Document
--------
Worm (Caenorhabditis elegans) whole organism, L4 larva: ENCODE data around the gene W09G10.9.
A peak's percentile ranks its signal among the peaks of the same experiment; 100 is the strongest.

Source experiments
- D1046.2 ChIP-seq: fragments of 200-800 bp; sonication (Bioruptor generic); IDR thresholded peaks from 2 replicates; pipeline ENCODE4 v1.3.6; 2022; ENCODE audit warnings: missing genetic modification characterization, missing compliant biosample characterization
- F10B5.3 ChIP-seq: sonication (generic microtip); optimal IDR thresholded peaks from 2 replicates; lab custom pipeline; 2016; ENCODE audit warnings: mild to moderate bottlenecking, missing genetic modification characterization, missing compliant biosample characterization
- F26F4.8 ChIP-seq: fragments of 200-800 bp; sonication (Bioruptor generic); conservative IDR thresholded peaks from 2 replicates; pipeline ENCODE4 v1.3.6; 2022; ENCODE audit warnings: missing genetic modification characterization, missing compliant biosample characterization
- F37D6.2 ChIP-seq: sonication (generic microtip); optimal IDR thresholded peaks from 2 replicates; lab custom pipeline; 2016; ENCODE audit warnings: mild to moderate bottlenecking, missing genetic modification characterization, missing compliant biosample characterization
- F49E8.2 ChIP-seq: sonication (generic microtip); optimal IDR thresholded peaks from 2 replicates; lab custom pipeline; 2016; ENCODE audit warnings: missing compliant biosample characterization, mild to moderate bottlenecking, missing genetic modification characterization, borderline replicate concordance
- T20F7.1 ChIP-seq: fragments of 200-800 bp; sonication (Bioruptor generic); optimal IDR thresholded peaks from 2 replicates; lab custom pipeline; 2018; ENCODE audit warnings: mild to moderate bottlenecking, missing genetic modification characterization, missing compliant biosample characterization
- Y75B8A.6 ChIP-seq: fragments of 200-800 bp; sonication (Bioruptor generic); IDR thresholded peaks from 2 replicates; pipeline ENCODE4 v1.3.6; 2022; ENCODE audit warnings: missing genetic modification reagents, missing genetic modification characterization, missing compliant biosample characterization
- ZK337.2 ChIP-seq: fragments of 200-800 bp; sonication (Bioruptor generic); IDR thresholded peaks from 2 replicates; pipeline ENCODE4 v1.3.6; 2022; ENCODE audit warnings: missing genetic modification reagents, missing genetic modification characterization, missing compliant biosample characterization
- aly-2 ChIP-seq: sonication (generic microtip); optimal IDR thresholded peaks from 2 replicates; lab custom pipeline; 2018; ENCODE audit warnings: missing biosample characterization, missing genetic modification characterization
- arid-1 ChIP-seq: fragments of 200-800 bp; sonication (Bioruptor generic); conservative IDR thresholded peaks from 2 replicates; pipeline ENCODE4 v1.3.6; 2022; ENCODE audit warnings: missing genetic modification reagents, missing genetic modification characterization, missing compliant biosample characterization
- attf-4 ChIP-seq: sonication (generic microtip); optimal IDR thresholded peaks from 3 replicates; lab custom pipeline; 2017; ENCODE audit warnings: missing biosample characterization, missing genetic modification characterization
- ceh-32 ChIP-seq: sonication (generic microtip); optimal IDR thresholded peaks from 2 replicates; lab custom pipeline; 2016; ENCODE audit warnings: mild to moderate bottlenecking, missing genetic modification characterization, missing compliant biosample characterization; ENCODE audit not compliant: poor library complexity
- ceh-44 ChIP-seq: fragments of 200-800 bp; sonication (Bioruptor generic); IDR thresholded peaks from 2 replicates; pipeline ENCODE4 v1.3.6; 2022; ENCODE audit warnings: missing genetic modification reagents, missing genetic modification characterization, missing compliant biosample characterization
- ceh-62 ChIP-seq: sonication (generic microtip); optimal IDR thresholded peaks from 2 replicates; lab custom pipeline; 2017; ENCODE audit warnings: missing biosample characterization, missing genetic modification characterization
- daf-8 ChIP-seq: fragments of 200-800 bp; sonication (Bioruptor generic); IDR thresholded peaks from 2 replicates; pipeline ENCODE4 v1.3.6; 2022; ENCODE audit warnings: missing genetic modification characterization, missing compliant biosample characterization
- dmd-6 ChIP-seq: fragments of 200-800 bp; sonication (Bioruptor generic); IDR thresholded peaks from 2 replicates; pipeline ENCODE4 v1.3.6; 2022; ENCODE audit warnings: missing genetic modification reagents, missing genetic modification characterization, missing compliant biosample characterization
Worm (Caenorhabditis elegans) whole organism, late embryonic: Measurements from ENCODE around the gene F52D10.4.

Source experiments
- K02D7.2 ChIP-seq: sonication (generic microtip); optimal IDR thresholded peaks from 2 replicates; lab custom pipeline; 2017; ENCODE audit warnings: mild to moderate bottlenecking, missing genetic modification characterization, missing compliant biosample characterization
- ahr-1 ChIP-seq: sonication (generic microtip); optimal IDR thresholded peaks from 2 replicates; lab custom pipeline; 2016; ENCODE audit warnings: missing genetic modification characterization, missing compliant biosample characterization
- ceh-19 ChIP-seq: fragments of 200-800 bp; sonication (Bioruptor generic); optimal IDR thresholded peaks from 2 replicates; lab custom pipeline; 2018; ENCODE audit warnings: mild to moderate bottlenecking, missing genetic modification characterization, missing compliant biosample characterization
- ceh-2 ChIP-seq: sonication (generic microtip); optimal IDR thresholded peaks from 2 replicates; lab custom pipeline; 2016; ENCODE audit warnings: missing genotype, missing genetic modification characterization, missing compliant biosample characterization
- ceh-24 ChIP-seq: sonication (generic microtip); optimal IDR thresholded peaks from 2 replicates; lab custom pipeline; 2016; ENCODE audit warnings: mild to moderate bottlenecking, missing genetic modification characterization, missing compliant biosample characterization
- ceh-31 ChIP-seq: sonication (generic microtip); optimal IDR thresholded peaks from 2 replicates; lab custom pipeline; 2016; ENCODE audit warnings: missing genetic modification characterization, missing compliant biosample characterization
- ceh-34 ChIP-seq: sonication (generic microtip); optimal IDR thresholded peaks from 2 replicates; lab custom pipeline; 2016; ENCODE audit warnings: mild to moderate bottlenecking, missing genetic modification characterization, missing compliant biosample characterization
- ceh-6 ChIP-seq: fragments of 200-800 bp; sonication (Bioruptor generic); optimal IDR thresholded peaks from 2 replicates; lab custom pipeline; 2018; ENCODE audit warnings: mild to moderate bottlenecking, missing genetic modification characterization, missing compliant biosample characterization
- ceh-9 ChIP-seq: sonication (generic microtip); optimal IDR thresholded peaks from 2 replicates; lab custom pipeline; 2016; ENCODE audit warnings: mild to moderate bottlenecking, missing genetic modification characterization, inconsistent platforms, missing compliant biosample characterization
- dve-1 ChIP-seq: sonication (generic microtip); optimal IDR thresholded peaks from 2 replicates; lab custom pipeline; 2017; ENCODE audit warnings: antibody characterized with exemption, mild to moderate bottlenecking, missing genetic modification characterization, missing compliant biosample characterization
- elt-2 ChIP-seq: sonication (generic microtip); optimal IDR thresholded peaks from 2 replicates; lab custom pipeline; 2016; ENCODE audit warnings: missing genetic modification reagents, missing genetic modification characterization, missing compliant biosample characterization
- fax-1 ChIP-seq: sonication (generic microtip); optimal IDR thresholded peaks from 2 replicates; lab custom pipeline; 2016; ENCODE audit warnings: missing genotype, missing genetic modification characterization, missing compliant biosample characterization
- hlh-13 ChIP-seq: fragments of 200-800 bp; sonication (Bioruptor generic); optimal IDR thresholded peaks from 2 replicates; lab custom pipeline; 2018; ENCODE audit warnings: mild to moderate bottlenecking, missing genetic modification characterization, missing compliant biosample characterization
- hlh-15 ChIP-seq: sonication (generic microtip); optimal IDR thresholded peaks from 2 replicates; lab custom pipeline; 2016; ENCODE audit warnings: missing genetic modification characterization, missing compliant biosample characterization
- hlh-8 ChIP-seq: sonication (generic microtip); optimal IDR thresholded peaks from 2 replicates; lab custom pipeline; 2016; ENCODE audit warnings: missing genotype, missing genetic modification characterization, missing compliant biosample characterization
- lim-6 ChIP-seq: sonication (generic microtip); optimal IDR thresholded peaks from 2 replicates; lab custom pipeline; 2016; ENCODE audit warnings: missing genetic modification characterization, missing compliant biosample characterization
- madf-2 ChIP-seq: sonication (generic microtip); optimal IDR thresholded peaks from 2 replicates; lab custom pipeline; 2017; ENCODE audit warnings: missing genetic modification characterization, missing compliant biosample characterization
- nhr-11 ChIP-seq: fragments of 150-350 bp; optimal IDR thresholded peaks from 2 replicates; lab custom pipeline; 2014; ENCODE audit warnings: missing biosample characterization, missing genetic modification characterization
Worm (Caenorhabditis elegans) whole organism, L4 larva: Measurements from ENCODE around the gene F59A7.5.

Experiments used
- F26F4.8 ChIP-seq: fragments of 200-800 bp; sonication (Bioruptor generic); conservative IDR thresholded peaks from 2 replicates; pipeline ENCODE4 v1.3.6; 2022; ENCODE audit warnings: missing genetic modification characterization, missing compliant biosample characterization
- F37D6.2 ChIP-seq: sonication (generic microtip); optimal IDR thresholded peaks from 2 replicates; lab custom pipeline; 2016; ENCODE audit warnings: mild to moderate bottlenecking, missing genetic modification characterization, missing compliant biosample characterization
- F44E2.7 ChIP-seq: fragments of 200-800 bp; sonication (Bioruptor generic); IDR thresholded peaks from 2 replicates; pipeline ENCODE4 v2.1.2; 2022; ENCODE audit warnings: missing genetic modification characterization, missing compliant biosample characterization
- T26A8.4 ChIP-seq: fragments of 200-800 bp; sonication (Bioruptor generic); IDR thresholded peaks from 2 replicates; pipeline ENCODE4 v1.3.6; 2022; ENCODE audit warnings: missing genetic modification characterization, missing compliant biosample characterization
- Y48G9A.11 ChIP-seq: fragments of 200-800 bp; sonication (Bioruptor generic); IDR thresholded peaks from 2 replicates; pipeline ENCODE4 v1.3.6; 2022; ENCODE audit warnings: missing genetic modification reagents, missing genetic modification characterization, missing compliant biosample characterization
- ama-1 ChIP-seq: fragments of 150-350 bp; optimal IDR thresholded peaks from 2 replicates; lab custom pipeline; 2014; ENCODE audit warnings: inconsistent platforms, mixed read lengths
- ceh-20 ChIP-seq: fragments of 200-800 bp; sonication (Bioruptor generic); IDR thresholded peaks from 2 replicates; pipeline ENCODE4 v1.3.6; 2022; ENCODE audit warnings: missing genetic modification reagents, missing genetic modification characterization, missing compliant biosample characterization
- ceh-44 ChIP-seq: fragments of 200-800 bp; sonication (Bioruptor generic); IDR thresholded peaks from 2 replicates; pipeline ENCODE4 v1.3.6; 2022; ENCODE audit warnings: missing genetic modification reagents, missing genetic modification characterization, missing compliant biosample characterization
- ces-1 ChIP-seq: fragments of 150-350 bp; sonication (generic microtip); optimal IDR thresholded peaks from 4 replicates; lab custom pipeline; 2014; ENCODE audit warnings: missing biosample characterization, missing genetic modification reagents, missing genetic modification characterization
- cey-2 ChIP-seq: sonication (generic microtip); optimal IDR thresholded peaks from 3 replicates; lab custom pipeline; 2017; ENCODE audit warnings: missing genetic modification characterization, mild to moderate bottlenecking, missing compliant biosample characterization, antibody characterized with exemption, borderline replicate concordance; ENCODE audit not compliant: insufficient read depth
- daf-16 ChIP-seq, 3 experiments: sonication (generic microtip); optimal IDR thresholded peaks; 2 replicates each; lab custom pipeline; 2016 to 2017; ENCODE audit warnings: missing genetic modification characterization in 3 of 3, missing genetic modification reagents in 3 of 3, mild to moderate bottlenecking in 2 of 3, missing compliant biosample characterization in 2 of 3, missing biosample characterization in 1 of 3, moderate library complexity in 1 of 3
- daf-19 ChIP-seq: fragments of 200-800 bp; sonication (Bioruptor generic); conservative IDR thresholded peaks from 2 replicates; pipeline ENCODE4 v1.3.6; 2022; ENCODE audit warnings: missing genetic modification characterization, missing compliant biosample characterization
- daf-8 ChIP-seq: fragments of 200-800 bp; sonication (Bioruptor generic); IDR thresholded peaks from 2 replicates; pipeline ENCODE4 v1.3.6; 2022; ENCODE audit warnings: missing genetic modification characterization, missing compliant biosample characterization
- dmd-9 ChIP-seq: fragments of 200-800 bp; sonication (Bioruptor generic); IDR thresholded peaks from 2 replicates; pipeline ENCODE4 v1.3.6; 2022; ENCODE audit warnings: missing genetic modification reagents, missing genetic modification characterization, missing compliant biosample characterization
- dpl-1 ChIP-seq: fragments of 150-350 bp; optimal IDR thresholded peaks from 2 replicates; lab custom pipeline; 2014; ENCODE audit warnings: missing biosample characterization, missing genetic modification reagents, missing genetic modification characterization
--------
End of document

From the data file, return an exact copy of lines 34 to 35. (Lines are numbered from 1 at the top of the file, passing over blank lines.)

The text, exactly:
- hlh-13 ChIP-seq: fragments of 200-800 bp; sonication (Bioruptor generic); optimal IDR thresholded peaks from 2 replicates; lab custom pipeline; 2018; ENCODE audit warnings: mild to moderate bottlenecking, missing genetic modification characterization, missing compliant biosample characterization
- hlh-15 ChIP-seq: sonication (generic microtip); optimal IDR thresholded peaks from 2 replicates; lab custom pipeline; 2016; ENCODE audit warnings: missing genetic modification characterization, missing compliant biosample characterization